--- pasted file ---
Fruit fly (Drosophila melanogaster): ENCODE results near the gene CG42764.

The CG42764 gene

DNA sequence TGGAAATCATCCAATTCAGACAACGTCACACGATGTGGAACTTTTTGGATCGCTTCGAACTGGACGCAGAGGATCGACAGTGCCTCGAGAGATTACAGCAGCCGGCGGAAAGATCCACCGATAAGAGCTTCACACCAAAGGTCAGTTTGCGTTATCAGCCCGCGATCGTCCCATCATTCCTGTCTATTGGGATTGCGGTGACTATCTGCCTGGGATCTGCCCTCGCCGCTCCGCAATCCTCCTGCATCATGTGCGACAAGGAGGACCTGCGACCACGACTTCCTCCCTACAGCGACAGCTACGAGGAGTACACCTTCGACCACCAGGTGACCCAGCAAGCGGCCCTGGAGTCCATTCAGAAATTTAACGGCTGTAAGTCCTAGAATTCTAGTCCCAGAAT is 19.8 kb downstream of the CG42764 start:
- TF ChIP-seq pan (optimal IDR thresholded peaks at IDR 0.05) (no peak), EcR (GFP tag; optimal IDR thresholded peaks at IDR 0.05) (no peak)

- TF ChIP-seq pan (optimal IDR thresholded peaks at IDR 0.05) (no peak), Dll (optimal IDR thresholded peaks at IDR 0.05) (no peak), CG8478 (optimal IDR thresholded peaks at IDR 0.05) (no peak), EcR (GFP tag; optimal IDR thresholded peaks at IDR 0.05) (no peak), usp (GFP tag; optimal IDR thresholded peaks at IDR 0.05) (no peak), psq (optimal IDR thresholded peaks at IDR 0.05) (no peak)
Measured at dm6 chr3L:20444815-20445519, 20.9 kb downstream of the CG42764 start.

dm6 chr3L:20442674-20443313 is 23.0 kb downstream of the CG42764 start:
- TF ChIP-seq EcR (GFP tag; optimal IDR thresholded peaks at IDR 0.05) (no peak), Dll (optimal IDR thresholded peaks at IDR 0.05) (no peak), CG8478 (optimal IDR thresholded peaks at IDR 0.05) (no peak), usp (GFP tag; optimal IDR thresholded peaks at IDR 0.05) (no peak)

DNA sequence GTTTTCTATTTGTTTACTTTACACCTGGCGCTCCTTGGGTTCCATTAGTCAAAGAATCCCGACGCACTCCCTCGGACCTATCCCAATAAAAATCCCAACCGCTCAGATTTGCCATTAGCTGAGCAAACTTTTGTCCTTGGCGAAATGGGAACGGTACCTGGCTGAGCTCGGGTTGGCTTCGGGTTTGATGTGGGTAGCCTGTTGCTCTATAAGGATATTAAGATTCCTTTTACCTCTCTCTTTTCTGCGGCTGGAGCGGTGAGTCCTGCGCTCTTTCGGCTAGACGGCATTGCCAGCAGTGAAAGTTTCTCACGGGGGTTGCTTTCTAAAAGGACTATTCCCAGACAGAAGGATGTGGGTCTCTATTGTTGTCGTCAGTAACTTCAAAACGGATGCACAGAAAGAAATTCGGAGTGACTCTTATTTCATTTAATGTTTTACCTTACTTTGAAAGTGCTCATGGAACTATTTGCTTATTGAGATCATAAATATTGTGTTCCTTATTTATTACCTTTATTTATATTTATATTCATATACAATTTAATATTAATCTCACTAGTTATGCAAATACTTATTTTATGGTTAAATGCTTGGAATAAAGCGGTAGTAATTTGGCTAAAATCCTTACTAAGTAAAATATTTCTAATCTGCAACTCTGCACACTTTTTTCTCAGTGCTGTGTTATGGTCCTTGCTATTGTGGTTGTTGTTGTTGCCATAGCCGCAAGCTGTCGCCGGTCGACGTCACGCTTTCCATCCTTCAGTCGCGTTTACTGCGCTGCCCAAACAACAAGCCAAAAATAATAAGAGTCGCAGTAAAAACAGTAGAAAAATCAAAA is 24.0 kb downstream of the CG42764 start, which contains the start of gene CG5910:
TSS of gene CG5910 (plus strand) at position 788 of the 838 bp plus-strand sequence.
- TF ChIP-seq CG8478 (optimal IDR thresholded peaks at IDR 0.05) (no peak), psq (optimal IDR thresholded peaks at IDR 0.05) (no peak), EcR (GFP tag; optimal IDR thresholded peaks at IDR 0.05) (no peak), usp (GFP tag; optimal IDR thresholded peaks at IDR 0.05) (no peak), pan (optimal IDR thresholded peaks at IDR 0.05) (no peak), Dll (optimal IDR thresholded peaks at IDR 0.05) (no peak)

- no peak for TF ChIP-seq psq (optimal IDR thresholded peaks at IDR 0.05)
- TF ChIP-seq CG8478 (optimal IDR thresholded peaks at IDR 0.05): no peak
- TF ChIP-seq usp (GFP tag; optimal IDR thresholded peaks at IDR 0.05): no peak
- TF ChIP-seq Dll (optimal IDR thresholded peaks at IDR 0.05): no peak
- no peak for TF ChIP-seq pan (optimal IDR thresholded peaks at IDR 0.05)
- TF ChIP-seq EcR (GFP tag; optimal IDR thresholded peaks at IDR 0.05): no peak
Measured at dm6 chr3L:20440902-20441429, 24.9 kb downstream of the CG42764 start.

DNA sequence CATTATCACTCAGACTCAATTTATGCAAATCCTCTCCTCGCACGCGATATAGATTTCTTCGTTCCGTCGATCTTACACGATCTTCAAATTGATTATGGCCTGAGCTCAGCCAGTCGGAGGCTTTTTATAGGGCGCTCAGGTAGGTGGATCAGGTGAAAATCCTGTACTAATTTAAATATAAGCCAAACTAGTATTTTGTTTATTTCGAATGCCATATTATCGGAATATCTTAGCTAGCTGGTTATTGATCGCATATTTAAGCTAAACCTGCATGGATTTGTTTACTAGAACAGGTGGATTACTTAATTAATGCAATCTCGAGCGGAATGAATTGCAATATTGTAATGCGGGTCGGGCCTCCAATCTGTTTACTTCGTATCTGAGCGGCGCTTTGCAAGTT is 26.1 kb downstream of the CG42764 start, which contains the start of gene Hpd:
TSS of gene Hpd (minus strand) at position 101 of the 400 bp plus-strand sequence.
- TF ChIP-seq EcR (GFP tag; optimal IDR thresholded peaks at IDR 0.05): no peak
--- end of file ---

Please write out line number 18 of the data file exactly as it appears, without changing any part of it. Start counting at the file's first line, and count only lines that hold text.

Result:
Measured at dm6 chr3L:20440902-20441429, 24.9 kb downstream of the CG42764 start.